“Chapter 36: The Word of Wisdom: A Law for the Physical and Spiritual Health of the Saints,” Teachings of Presidents of the Church: Joseph F. Smith (2011), 322–30
“Chapter 36,” Teachings: Joseph F. Smith, 322–30
President Joseph F. Smith taught that the Word of Wisdom was more than a prohibition against tea, coffee, tobacco, and alcohol; it contained practical counsel for good health and spiritual growth, and those Saints who obeyed it would draw nearer to the Lord and become more like Him. To remind the Saints of the importance of the Word of Wisdom, he sometimes read Doctrine and Covenants 89 in its entirety in a meeting. “Now, it may seem altogether unnecessary and out of place, perhaps, to many, for me to occupy the time of this vast congregation in reading this revelation,” he once said, but read every word of it anyway to emphasize the great value of the message.1
He said: “I recollect a circumstance that occurred three years ago in a party that I was traveling with. There were one or two who persisted in having their tea and coffee at every place they stopped. I preached the Word of Wisdom right along; but they said, ‘What does it matter? Here is So-and-so, who drinks tea and coffee.’ … I said at one time, ‘Oh, yes, you say it is a good thing to drink a little tea or coffee, but the Lord says it is not. What shall I follow?’ The Lord says that if we will observe the Word of Wisdom we shall have access to great treasures of knowledge, and hidden treasures; we shall run and not be weary, we shall walk and not faint; and the destroying angel shall pass us by, as he did the children of Israel, and not slay us. … I will pray for you and earnestly beseech you, my brethren and sisters, … to cease practicing these forbidden things, and observe the laws of God.”2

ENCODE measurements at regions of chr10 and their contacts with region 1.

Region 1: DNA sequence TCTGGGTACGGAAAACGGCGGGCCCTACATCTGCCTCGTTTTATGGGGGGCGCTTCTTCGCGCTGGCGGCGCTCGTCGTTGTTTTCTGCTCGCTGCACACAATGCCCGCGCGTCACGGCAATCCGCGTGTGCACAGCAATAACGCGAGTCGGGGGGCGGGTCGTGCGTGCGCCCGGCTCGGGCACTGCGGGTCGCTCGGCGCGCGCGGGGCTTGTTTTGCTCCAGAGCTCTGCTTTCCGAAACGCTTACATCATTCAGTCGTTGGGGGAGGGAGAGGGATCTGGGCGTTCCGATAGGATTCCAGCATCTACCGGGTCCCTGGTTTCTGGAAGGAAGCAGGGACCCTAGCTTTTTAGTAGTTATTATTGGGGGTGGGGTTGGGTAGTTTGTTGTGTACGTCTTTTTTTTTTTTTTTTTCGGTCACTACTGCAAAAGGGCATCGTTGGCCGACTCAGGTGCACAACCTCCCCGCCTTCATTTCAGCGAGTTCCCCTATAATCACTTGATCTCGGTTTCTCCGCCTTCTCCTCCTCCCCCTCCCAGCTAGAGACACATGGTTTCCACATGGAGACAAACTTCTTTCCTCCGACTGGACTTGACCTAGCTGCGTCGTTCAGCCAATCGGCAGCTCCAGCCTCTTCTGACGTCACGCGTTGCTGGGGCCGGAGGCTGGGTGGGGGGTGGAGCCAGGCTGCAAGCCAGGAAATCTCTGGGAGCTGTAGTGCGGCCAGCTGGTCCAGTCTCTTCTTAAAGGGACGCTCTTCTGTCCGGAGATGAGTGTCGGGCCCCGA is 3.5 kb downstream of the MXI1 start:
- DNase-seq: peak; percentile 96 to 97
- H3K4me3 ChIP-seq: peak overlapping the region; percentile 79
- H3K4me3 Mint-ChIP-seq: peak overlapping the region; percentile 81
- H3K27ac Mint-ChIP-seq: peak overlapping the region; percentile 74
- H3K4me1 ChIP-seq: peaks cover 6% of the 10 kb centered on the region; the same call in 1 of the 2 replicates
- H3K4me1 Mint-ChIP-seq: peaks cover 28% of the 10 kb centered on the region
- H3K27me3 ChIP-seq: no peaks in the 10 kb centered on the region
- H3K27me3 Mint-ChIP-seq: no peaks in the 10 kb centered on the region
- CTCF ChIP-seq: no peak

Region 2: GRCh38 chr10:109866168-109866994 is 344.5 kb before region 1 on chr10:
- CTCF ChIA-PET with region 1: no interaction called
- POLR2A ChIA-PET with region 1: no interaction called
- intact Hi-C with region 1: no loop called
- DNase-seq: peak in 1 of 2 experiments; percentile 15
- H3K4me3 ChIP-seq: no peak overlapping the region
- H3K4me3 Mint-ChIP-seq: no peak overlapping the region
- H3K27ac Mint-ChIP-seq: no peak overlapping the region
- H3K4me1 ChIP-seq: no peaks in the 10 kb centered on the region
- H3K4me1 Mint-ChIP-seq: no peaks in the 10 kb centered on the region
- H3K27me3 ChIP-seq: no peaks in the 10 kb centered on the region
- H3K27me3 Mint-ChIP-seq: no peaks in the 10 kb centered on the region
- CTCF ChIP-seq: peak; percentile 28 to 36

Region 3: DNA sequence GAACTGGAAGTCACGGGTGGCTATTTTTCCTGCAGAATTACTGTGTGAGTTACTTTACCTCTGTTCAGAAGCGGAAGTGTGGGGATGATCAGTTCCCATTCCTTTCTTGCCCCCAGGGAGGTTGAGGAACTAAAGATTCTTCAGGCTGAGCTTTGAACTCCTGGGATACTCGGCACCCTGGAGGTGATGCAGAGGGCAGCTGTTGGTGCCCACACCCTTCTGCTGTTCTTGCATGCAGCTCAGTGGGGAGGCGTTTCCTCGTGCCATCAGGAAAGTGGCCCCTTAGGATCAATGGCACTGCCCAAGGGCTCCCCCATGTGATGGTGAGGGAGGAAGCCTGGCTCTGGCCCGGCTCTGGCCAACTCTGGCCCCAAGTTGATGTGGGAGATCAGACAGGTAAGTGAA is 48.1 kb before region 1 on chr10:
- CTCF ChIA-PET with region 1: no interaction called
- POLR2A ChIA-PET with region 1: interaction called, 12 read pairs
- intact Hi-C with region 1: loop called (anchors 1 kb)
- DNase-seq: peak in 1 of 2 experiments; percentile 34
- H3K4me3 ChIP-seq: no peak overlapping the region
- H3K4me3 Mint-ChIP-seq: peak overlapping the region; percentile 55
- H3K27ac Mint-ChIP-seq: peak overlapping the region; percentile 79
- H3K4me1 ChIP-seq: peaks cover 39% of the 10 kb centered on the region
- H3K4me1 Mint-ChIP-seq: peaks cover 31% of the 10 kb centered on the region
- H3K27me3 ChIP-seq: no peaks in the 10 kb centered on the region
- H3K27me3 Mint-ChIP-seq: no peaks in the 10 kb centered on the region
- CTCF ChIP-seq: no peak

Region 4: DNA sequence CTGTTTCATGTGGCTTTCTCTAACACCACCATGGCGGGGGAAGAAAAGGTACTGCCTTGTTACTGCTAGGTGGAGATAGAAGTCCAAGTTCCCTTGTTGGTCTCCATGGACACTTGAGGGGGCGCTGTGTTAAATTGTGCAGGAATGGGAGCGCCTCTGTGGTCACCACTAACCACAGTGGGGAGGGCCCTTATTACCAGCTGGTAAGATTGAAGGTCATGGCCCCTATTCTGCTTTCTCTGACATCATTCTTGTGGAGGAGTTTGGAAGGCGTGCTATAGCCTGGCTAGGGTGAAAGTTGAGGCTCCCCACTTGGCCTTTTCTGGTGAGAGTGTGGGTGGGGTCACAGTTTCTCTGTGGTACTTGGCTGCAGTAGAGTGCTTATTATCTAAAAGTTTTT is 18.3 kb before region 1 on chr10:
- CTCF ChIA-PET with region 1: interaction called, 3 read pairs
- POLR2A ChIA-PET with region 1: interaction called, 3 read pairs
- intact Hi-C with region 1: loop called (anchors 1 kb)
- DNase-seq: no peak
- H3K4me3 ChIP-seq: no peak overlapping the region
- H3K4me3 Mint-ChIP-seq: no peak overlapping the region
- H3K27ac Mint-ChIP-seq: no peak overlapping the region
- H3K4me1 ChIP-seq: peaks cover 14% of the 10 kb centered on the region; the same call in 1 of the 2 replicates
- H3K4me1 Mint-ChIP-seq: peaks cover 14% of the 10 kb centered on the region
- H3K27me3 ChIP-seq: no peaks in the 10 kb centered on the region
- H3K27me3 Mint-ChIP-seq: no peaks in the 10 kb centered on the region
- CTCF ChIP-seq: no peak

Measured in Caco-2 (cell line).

We see great reasons for the principles contained in this chapter of the book of Doctrine and Covenants [section 89] being taught to the world, and especially to the Latter-day Saints. It is nothing more nor less than that simple Word of Wisdom that was given in 1833, for the benefit, the help, and the prosperity of the Latter-day Saints, that they might purify and prepare themselves to go nearer into the presence of the Lord, that by reason of keeping this law they might fit themselves to enjoy the blessings that He is more than willing to bestow upon them, if they are worthy. …
I simply want to say to you my brethren and sisters, that there is no other course that we can take in the world, in relation to our temporal welfare and health, better than that which the Lord God has pointed out to us. Why can we not realize this? Why will we not come to a perfect understanding of it? Why will we not deny ourselves that which our craven appetites desire? Why can we not observe more closely the will of the Lord as made known to us in this revelation? … If this commandment were observed by the whole people, the vast amount of money that now goes out to the world for strong drink and these other things forbidden in the word of wisdom, would be saved at home, and the health, prosperity and temporal salvation of the people would be correspondingly increased. No man can violate the laws of God with reference to health and temporal salvation, and enjoy those blessings in the same degree that he could do and would do if he would obey the commands of God. …